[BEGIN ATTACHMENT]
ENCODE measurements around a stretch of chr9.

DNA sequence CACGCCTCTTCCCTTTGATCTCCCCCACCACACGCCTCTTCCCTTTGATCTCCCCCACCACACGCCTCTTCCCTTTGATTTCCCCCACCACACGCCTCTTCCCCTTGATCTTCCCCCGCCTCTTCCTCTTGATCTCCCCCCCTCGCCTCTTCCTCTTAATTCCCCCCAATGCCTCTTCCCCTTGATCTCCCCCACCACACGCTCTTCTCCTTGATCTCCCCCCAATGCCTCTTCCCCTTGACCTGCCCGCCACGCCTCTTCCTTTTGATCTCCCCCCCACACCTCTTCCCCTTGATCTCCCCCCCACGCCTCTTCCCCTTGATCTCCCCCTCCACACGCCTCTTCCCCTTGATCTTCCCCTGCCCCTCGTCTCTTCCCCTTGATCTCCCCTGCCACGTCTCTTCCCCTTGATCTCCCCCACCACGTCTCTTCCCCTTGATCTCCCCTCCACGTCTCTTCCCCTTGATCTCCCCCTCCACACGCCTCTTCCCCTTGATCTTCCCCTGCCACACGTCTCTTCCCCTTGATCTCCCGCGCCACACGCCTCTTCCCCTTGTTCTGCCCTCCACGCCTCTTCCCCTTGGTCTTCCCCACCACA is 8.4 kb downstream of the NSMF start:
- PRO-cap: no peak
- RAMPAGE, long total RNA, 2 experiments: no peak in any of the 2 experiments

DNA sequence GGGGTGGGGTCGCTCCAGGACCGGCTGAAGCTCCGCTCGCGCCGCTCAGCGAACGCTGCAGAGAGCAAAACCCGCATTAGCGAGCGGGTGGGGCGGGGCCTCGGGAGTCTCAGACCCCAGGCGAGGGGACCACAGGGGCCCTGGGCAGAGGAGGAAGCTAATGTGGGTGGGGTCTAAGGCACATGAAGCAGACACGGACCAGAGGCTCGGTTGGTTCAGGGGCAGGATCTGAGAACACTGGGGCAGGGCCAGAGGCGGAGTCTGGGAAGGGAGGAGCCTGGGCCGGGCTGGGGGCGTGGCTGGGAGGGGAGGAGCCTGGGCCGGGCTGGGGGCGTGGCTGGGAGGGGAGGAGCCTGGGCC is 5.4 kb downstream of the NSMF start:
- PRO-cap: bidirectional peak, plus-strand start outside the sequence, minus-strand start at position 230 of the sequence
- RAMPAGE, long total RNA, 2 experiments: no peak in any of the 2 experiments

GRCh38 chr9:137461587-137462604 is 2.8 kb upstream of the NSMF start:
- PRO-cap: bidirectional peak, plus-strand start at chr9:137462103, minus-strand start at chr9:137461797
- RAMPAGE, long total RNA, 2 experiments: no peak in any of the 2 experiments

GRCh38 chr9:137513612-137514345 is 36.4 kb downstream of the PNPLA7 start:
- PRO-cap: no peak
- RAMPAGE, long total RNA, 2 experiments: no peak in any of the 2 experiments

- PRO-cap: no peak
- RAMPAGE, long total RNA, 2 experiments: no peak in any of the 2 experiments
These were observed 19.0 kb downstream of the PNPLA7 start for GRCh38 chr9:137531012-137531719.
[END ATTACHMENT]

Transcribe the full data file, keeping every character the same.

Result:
ENCODE measurements around a stretch of chr9.

DNA sequence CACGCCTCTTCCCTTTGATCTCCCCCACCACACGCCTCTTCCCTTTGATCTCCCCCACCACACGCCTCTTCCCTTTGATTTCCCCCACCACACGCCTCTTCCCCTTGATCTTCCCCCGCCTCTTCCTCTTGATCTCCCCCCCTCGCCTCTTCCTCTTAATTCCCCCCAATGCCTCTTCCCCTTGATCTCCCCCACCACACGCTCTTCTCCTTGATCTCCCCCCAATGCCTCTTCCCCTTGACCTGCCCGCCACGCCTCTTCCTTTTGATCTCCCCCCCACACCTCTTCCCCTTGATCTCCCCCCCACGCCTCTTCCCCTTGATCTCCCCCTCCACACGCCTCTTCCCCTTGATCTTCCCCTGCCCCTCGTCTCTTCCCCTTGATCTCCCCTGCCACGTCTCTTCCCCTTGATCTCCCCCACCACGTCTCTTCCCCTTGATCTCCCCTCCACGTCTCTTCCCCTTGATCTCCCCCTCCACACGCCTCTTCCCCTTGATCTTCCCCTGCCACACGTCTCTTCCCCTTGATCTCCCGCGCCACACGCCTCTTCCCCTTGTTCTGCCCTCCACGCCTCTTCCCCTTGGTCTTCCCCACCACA is 8.4 kb downstream of the NSMF start:
- PRO-cap: no peak
- RAMPAGE, long total RNA, 2 experiments: no peak in any of the 2 experiments

DNA sequence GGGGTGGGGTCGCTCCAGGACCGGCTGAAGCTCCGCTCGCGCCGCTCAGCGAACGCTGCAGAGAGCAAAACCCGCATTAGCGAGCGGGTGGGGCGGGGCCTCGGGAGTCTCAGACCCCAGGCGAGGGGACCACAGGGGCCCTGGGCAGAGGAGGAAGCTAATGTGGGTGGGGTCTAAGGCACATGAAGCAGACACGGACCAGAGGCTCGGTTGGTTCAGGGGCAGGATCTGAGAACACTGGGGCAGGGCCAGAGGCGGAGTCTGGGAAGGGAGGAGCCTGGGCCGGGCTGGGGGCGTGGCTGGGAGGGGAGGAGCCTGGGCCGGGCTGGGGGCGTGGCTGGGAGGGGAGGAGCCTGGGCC is 5.4 kb downstream of the NSMF start:
- PRO-cap: bidirectional peak, plus-strand start outside the sequence, minus-strand start at position 230 of the sequence
- RAMPAGE, long total RNA, 2 experiments: no peak in any of the 2 experiments

GRCh38 chr9:137461587-137462604 is 2.8 kb upstream of the NSMF start:
- PRO-cap: bidirectional peak, plus-strand start at chr9:137462103, minus-strand start at chr9:137461797
- RAMPAGE, long total RNA, 2 experiments: no peak in any of the 2 experiments

GRCh38 chr9:137513612-137514345 is 36.4 kb downstream of the PNPLA7 start:
- PRO-cap: no peak
- RAMPAGE, long total RNA, 2 experiments: no peak in any of the 2 experiments

- PRO-cap: no peak
- RAMPAGE, long total RNA, 2 experiments: no peak in any of the 2 experiments
These were observed 19.0 kb downstream of the PNPLA7 start for GRCh38 chr9:137531012-137531719.